Her youngest son now refuses to sleep without a gun, and has pledged to avenge his brother's death. "I'm not sure now whether I've lost one son or two," his mother says.
In another letter, a Syrian church leader described the agony of deciding to remain in Syria, despite the violence. "As a mother and a wife I want to leave, but as a Christian I want to stay," she wrote. "Every time my husband and I pray, God gives us a burden on our heart: stay in Syria. He has things for us to do here."
She described explaining to her daughters the reality of what that decision may mean. "I took them outside the front door and got them to look up and down the street. I said, one day a bomb may hit, or someone may come down this street and put a sword to our necks. Don't say what they want you to say. They will try to persuade you to become a Muslim. Don't say anything about Islam. Just say that you forgive them and tell them Jesus loves them. You might be in pain for an hour or so, there will be blood, but then you will be with Jesus in heaven."
Lyle has hundreds of stories like these, but he says there's "a danger in deifying" persecuted Christians.
"They don't wish to be elevated to the rank of 'super Christian'. They just want to be seen to be a Jesus follower. When you're prepared to sacrifice your children, your husband and your life for the cause of Christ, that's saying something not only about who you are, your identity, your culture, your beliefs and the values you live by, but also the one you seek to serve," he says.
"The most devout Christians I've met are those who have sacrificed so much for the sake of the gospel because they have met with Jesus."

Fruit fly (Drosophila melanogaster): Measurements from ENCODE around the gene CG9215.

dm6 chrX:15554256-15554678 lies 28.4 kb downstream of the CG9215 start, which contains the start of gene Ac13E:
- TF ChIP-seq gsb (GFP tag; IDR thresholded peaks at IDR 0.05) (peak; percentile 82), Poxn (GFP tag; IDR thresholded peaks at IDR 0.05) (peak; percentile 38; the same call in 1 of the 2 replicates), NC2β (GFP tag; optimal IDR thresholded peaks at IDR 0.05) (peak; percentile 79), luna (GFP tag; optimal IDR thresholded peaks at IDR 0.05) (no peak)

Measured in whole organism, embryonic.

Hope for the Church
In the midst of the senseless violence and horrors of war, Lyle does see hope for the Church in the Middle East. Where before there were barriers between people of different cultures and faiths, now these are breaking down. Churches are full of Orthodox Christians, Pentecostals, Christians from a Muslim background, Syriacs, and Armenians. He tells the story of one pastor who sent text messages to his entire congregation asking them not to come to church one day because there were so many Muslims that there wasn't room for anyone else.
One Syrian refugee now living in Lebanon told Lyle earlier this year: "I became a Christian because your God answers prayer, and I've never seen prayer answered."
A colleague was told by a Muslim in besieged Aleppo: "We have Allah in Heaven, but we have you Christians on Earth".
"A new Church is emerging, the like of which they have not seen before," Lyle says. "The Church is at its most powerful when it's on its back foot. I'm not a prophet, but I see some seed of a different reality of Church emerging out of the rubble and chaos."
The Syrian church leader who has chosen to stay and fight for her country is equally hopeful. In her letter, she writes: "God will bless Syria, I know this for sure. He is already blessing us. Every time we go to church, the church is full.
"People come together in times of despair. But we also see new faces every time. People who weren't Christians before the war. They say, 'We've lost everything – our house, our job, our family – but we gained the most important thing: the knowledge that Jesus is our saviour.'"